The analysis indicated that the use of MERs and hospitalization records were reasonable approaches to estimating the incidence of cases of malaria among service members. Diagnoses of malaria documented in MERs or in records of hospitalizations were the result of careful evaluations of incident illnesses. This report shows that after accounting for misclassification, the estimated number of true malaria cases between 2015 and 2017 was 144 (95% CI: 126–162), which was very close to the MSMR case definition estimate of 132. Most of the correctly classified non-cases were associated with pre-travel outpatient visits during which malaria prophylaxis was given. Among the small number of misclassified true cases of malaria, all had a history of service either in special operations, an overseas embassy, or the National Guard or Reserve component. All of the false negatives had been hospitalized at a civilian medical treatment facility. Of particular interest was the observation that, although outpatient encounters with recorded diagnoses of malaria alone did not add greatly to the total numbers of cases, the association of such outpatient encounters with contemporaneous positive laboratory tests for malaria did appear to identify a few additional cases of malaria during the surveillance period. For this reason, the MSMR case definition has been modified to add a category of case defined by a positive laboratory test for malaria antigen in an individual who had a record of an outpatient diagnosis of malaria within 30 days of the specimen collection date.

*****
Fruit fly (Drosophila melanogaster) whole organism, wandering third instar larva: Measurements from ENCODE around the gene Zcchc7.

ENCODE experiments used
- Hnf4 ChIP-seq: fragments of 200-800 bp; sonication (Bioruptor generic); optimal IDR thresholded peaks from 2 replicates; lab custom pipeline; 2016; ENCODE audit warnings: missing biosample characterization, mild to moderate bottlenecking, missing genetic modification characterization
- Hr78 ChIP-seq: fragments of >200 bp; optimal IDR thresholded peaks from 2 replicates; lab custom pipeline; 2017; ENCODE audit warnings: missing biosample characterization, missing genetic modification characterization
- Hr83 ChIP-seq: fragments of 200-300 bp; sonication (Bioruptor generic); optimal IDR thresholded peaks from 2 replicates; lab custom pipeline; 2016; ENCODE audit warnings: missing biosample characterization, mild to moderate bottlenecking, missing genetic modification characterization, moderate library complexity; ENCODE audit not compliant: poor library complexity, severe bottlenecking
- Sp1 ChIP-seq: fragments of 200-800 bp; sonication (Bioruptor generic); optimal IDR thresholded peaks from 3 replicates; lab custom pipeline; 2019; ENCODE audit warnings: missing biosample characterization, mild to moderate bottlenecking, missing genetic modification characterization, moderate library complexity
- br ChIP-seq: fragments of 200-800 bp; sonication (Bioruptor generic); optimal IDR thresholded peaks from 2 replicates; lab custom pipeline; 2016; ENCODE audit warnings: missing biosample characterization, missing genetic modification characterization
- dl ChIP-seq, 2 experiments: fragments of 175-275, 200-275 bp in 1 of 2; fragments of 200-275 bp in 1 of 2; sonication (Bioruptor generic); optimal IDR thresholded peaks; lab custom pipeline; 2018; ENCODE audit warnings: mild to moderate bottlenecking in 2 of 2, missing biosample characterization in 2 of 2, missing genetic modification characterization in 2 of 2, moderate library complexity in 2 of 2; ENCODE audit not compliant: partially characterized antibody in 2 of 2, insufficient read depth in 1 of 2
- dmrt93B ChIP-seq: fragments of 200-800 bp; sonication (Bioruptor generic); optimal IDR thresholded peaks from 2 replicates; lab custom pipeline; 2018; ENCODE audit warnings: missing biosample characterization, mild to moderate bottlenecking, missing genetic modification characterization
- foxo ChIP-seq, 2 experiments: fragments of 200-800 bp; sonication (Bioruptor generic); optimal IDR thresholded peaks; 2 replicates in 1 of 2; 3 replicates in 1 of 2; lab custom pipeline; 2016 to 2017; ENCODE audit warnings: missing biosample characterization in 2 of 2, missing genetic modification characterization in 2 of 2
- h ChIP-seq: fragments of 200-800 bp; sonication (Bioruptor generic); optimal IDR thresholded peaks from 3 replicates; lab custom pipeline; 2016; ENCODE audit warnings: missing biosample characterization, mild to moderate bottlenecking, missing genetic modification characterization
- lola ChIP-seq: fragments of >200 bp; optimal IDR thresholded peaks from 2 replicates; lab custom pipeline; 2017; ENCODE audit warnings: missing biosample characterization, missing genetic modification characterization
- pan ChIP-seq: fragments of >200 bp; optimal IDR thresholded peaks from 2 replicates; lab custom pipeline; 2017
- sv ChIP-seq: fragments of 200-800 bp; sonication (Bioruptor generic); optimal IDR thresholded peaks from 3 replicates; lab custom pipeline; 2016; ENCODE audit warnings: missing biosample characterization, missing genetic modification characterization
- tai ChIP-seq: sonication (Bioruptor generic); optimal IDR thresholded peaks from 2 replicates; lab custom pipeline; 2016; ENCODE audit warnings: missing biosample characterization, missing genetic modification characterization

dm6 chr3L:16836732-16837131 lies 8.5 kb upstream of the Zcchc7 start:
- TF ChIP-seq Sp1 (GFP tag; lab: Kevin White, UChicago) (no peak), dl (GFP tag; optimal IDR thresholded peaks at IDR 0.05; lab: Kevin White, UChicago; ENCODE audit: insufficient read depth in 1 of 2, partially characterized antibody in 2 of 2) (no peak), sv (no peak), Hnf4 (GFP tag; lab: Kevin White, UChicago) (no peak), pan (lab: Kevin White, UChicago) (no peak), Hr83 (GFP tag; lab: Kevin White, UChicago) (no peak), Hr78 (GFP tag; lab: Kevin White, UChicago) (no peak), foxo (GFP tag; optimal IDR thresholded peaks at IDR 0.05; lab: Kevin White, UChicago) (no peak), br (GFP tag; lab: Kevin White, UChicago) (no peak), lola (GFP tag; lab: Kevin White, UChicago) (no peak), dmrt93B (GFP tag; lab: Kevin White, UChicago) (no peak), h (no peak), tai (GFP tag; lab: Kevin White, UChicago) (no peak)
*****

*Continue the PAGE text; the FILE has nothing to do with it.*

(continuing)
The submission through the Disease Reporting System Internet (DRSi) of an MER of a reportable condition such as malaria is dependent upon the investigation by local public health authorities of possible cases occurring within their area of responsibility.8 In the case of malaria, preparation of an MER would require not only knowledge of a specific individual with an illness whose signs and symptoms are compatible with malaria, but also knowledge of the results of laboratory tests that confirm the diagnosis. Collection of such information presumes that the public health official has gathered such information from medical staff caring for the individual, the laboratory, and the ailing individual (for information about relevant travel and deployment history and use of chemoprophylaxis). Given the need for such information to justify the submission of an MER, it is reasonable to presume that an MER reporting a confirmed case of malaria represents credible surveillance information.

Because of the above description of the information that would warrant the submission of an MER of confirmed malaria through DRSi, it would seem reasonable that there should be additional documentation in the Military Health System (MHS) electronic databases of 1 or more of the following for each MER confirmed case: a hospitalization record that lists a diagnosis of malaria, a record of an outpatient encounter that lists a malaria diagnosis, a positive laboratory test for malaria; or pharmacy documentation of treatment with anti-malarial medications. Such additional documentation would be most expected for cases that were diagnosed at fixed military medical facilities where local surveillance by public health personnel would collect the information needed to justify an MER of confirmed malaria.